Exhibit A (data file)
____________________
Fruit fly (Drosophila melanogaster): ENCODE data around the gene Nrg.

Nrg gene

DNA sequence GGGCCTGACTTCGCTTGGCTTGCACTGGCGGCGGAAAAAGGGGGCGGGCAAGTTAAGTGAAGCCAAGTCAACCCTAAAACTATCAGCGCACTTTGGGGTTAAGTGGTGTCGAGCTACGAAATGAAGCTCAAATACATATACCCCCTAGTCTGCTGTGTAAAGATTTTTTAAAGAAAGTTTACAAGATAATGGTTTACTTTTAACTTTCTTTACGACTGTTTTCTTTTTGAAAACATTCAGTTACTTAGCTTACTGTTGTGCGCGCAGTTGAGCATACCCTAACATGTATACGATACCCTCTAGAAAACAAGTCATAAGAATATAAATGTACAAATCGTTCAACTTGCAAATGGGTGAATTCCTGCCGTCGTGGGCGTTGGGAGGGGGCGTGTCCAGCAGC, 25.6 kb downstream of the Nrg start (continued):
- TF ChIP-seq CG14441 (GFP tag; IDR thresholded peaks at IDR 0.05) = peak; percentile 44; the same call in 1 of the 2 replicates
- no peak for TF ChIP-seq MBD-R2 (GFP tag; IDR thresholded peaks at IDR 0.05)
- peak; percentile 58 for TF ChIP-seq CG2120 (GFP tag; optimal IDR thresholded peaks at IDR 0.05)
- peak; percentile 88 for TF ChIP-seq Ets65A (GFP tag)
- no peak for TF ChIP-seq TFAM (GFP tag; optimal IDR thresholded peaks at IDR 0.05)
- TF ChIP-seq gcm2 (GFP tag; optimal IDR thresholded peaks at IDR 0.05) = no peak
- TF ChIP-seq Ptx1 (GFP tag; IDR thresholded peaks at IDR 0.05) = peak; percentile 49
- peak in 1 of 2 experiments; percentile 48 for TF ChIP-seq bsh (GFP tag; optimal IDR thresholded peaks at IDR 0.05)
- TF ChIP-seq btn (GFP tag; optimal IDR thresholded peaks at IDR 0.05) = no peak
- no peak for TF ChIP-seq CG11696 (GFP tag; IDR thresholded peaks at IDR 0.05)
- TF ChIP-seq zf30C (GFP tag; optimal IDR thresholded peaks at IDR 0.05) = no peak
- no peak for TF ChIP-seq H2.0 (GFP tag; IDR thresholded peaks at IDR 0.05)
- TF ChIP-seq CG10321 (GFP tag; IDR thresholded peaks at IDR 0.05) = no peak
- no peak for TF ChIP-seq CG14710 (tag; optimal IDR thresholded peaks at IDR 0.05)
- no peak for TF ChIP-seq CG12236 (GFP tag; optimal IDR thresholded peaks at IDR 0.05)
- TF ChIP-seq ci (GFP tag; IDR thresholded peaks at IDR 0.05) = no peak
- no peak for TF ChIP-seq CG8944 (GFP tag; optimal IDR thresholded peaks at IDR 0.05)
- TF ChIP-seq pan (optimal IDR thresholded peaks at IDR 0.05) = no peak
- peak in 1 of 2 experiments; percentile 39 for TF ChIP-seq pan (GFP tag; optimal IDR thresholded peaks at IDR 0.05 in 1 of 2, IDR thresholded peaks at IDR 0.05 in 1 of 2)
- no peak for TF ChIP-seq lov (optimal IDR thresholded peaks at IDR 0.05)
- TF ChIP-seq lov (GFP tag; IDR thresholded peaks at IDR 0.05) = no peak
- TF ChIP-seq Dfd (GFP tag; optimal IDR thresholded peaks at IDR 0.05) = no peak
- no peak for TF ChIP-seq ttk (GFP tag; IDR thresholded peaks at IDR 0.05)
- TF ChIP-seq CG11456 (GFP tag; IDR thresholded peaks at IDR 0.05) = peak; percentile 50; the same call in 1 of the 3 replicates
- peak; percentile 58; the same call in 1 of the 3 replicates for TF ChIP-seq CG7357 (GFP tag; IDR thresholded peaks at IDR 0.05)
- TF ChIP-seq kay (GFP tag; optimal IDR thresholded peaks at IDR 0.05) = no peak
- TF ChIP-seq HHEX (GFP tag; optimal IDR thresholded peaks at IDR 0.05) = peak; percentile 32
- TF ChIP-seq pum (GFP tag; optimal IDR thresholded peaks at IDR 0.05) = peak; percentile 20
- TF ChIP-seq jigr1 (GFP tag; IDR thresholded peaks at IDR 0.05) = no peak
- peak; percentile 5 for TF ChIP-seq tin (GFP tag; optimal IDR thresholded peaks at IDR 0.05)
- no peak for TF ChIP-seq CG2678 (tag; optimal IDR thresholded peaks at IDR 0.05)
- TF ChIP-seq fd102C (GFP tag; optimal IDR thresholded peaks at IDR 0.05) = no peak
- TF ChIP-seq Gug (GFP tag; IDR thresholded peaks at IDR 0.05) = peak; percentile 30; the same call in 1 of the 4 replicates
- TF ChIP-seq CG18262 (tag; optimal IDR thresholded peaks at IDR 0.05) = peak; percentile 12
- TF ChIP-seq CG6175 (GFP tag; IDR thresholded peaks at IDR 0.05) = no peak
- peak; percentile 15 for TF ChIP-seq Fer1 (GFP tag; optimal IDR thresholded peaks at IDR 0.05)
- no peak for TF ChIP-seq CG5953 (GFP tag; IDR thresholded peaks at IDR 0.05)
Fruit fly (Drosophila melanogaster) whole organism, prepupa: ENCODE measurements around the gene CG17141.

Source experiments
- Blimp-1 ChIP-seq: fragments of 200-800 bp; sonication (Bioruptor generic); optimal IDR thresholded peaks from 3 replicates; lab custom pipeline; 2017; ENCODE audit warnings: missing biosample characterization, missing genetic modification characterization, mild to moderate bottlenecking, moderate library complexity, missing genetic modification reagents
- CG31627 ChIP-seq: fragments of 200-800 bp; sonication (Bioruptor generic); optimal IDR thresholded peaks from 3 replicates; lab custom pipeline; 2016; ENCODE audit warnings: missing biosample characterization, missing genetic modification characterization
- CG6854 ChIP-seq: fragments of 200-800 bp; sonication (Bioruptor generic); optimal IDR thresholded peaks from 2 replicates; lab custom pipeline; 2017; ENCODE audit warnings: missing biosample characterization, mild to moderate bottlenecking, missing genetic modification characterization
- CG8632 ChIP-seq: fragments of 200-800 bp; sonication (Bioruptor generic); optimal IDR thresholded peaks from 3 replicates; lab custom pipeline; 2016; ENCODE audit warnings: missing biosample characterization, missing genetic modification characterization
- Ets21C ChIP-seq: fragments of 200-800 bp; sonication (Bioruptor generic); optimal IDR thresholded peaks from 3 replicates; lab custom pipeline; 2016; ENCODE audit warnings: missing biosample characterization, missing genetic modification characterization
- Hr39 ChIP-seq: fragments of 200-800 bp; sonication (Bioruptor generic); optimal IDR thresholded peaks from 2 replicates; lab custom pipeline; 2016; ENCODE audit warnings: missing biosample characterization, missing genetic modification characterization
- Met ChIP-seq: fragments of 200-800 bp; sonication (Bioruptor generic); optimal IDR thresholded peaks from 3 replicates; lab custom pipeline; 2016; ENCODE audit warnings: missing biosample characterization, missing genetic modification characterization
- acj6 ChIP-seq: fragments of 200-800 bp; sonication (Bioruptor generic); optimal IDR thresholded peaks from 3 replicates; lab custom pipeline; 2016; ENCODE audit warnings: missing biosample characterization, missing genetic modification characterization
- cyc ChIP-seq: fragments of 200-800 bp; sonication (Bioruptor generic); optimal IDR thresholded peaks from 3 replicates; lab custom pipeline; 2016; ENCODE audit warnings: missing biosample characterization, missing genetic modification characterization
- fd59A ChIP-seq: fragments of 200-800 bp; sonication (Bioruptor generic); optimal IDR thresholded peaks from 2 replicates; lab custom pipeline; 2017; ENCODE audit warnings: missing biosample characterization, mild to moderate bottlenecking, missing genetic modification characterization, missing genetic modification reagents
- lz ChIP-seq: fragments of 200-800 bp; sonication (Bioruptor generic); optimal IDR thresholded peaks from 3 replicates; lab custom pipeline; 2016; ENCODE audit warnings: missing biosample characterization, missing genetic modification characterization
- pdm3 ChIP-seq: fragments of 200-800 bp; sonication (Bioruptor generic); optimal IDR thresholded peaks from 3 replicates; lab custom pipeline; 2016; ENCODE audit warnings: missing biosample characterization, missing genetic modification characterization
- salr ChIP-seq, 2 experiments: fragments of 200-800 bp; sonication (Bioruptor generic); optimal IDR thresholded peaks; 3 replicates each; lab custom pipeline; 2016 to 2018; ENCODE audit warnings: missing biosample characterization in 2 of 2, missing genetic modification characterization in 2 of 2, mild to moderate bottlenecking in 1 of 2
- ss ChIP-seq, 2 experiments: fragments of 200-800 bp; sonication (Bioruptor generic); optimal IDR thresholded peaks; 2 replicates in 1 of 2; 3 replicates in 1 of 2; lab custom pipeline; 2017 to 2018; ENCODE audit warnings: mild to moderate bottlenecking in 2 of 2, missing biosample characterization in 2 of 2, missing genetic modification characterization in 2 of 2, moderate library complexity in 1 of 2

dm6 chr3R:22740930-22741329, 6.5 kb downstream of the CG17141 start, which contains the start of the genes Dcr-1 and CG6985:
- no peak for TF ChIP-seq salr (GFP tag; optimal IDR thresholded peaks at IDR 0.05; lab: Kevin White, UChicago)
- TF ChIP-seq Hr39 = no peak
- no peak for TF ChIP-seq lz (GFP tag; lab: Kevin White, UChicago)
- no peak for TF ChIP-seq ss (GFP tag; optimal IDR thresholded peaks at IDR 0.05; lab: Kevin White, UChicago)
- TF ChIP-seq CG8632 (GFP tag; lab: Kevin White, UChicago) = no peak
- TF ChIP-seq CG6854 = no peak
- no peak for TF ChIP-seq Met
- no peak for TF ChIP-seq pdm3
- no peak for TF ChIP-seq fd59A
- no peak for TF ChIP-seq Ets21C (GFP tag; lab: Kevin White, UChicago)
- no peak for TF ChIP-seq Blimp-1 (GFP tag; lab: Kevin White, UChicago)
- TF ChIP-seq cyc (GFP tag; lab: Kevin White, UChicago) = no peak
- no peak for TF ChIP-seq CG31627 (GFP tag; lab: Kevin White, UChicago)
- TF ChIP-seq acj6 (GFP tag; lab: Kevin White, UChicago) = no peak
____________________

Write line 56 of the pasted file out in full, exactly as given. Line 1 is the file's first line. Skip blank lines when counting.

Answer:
- ss ChIP-seq, 2 experiments: fragments of 200-800 bp; sonication (Bioruptor generic); optimal IDR thresholded peaks; 2 replicates in 1 of 2; 3 replicates in 1 of 2; lab custom pipeline; 2017 to 2018; ENCODE audit warnings: mild to moderate bottlenecking in 2 of 2, missing biosample characterization in 2 of 2, missing genetic modification characterization in 2 of 2, moderate library complexity in 1 of 2